March 20, 2004
by Jeremy Blachman
March 20, 2004 04:01 PM
In Tax Law yesterday, we discussed tax shelters, and how law firms have been coming up with complicated schemes to help their clients avoid paying income tax by engaging in sham transactions that move money around on paper and take advantage of ambiguities in the tax code. We watched a 60 Minutes piece and part of a Frontline special, and the professor pointed us to the transcript of Senator Grassley's October 2003 hearings on tax shelters if we wanted more. I pulled the transcript up on Lexis; this does not help give tax lawyers a very good name. Interesting stuff I just thought I'd share. From a lawyer and tax specialist at KPMG:
Any purported business purpose or economic substance is just a facade. It's economic substance that's engineered in by the tax shelter promoters, not the financial advisers...
The tax shelter promoters were pretty brazen about this stuff. Some of the quotes that I included in my statement: "It's like stealing candy from a baby," "You'll never pay tax again," "Our clients do not pay federal income tax," "Paying federal income tax is optional" -- these were comments that promoters made.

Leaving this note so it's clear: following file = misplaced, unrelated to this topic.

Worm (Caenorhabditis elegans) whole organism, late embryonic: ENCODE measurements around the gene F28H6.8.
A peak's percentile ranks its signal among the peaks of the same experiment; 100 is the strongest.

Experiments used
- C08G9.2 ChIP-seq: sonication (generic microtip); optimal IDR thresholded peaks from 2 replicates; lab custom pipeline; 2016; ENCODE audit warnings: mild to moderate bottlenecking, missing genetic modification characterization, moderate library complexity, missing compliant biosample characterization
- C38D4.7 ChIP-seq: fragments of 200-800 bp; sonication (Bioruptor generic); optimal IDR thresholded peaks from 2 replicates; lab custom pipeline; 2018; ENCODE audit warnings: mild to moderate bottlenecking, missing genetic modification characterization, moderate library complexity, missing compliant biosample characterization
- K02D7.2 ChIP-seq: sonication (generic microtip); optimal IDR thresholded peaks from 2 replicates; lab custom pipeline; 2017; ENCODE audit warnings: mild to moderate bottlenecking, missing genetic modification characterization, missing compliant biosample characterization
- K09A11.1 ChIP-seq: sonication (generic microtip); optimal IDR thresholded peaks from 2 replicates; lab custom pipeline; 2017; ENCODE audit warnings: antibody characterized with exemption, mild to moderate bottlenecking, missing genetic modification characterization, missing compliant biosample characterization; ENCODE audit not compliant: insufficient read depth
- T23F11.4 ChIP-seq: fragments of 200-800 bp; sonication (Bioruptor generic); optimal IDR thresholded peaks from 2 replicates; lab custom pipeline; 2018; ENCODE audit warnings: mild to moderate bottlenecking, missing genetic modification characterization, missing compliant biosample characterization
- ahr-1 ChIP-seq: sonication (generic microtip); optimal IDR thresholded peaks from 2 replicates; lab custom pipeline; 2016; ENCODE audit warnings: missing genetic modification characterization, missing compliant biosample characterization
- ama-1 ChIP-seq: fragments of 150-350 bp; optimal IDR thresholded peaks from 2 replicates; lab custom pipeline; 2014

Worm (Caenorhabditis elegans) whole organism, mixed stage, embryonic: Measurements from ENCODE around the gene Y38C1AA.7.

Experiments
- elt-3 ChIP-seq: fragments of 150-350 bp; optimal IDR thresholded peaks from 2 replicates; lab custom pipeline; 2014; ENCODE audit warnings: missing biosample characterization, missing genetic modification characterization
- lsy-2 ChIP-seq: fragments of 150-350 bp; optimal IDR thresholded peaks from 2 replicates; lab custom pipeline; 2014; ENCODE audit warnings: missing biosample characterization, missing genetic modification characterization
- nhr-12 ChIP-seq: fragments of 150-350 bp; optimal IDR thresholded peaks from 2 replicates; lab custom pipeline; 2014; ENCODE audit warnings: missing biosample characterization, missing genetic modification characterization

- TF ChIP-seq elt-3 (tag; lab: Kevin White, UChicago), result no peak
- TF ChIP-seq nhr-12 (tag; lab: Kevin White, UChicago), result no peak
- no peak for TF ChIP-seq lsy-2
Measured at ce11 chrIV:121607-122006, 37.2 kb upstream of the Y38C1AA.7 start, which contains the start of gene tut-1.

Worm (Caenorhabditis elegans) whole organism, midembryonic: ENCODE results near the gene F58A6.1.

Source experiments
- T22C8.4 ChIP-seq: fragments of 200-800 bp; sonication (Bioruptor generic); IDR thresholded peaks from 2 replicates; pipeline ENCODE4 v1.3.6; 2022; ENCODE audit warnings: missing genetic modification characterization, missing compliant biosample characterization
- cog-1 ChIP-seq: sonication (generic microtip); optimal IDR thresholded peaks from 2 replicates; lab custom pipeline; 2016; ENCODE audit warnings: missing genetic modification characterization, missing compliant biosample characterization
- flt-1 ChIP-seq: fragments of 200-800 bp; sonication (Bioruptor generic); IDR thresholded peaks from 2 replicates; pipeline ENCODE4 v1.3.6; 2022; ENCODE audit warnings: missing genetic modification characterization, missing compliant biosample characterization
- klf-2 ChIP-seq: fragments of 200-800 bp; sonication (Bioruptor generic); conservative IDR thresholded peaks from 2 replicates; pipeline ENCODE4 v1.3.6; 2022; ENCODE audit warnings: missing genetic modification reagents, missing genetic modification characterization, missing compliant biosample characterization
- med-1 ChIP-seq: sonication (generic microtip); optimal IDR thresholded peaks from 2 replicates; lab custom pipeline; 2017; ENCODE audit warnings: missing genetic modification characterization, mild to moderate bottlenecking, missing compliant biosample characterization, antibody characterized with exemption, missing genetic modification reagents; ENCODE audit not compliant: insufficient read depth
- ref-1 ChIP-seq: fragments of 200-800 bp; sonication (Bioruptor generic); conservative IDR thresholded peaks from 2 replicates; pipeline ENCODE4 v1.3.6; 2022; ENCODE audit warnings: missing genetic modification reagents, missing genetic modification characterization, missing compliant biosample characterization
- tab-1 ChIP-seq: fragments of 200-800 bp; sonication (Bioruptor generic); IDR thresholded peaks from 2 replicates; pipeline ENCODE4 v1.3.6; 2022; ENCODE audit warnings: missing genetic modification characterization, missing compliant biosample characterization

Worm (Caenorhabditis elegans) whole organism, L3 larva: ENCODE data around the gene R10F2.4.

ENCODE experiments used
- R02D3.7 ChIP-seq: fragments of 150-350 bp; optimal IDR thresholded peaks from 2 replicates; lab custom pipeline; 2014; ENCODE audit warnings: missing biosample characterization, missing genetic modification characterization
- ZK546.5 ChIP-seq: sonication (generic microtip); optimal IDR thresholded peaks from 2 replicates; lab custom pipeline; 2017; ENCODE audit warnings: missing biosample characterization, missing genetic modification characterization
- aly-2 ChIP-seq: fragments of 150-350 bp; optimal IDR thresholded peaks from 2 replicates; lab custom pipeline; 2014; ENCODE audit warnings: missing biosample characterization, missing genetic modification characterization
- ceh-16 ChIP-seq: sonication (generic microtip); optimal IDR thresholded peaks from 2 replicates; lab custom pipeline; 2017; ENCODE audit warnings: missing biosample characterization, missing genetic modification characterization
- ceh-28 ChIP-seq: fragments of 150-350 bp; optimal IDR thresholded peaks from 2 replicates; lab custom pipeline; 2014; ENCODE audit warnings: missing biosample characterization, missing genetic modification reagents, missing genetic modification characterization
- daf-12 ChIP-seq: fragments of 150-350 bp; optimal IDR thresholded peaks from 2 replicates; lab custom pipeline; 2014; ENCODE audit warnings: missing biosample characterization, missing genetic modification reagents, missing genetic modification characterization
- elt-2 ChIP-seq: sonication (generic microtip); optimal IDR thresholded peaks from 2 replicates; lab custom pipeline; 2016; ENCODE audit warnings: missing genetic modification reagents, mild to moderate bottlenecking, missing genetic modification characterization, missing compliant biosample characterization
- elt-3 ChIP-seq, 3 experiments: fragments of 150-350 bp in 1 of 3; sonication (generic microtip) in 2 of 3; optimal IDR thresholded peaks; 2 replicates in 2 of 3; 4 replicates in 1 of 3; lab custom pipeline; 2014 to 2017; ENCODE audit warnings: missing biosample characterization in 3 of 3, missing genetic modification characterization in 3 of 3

Don't we all try to avoid taxes as much as possible? At bottom, most Americans behave as though taxes are some sort of illegitimate taking of their wealth, and seldom fail to note every exemption and deduction they can get. Of course, there is a legal difference between keeping money that the law dictates should go to the government and keeping money that the law permits one to keep, but I'm not sure there's an ethical one.
Two words: flat tax. That, or no other tax except for a national sales tax on everything. The 4th branch is out of control. Then again, all of the tax lawyers would be unemployed. Serves 'em right, they should have studied Securities Law. :p
If I were back teaching a tax course in a graduate tax program, on the subject of tax shelters I would recommend that the students read "Perfectly Legal" by NYTimes business writer David Cay Johnston published earlier this year. First the CPAs and then the tax lawyers started stretching the Code to the breaking point, picking up huge fees and keeping their fingers crossed that the IRS tax lottery would not expose their gullible and greeding wealthy clients and the questionable shelters they were sold by these tax professionals.